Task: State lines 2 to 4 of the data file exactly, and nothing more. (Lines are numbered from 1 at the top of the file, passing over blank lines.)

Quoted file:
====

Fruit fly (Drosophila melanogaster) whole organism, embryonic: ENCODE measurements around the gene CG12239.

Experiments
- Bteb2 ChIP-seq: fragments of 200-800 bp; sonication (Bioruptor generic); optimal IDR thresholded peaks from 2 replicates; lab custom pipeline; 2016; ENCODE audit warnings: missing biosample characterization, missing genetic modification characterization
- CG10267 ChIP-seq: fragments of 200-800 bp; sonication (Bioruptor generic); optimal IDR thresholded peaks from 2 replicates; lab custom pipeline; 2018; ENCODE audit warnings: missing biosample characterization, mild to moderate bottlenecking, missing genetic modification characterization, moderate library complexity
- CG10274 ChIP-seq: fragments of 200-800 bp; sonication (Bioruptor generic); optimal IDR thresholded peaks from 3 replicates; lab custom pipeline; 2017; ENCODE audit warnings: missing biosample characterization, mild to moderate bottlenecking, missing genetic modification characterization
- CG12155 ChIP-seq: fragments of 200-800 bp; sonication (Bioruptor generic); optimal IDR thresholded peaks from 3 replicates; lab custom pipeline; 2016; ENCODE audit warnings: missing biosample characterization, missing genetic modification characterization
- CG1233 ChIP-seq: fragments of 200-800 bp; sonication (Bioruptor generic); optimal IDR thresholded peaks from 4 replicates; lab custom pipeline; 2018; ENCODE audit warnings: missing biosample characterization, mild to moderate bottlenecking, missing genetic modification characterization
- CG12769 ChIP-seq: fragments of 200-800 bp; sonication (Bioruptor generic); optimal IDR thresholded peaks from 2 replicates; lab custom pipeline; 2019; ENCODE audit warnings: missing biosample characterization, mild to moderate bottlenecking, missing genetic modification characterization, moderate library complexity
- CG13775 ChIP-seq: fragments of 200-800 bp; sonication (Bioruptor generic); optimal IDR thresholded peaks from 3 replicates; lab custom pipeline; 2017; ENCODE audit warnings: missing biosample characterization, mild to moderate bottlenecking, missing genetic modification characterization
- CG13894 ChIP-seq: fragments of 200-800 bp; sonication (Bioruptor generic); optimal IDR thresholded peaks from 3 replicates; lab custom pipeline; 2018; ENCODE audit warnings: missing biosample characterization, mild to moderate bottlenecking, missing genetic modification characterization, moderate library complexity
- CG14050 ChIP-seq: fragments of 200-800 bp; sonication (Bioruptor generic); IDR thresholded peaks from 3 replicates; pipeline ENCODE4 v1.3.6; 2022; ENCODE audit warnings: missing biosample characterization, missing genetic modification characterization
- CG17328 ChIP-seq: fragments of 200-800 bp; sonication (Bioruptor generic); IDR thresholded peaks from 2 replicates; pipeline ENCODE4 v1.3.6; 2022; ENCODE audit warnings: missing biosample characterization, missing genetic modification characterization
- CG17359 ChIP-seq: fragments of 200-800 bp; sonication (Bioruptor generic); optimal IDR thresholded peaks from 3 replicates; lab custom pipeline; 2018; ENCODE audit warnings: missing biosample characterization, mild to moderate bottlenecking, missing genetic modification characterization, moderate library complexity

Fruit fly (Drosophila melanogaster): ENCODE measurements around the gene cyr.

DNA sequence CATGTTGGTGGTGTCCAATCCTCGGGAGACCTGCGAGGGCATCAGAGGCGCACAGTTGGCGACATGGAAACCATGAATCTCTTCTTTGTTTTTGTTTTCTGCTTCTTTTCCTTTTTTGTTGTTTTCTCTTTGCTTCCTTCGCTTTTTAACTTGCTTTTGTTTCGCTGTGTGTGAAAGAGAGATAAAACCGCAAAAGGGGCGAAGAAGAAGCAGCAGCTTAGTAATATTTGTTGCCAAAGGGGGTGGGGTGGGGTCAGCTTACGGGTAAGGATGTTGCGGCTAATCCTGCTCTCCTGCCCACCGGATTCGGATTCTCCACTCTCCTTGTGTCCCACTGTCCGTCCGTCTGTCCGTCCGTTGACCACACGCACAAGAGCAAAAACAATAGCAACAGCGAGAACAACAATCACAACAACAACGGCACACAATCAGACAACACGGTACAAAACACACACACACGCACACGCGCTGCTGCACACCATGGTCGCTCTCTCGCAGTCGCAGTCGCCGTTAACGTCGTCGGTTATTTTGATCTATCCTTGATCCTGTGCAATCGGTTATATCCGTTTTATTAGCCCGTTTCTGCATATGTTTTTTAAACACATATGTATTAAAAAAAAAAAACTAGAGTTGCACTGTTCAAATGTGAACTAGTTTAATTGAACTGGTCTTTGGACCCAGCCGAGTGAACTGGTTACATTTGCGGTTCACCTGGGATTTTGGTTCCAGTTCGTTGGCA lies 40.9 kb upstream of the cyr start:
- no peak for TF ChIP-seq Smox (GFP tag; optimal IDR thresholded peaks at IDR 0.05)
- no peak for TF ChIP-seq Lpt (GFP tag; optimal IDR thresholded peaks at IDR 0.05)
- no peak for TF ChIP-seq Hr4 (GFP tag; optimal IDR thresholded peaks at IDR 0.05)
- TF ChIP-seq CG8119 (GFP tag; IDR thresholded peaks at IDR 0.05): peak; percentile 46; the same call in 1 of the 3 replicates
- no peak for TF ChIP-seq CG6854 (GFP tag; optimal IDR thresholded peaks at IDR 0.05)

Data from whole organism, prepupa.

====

Experiments
- Bteb2 ChIP-seq: fragments of 200-800 bp; sonication (Bioruptor generic); optimal IDR thresholded peaks from 2 replicates; lab custom pipeline; 2016; ENCODE audit warnings: missing biosample characterization, missing genetic modification characterization
- CG10267 ChIP-seq: fragments of 200-800 bp; sonication (Bioruptor generic); optimal IDR thresholded peaks from 2 replicates; lab custom pipeline; 2018; ENCODE audit warnings: missing biosample characterization, mild to moderate bottlenecking, missing genetic modification characterization, moderate library complexity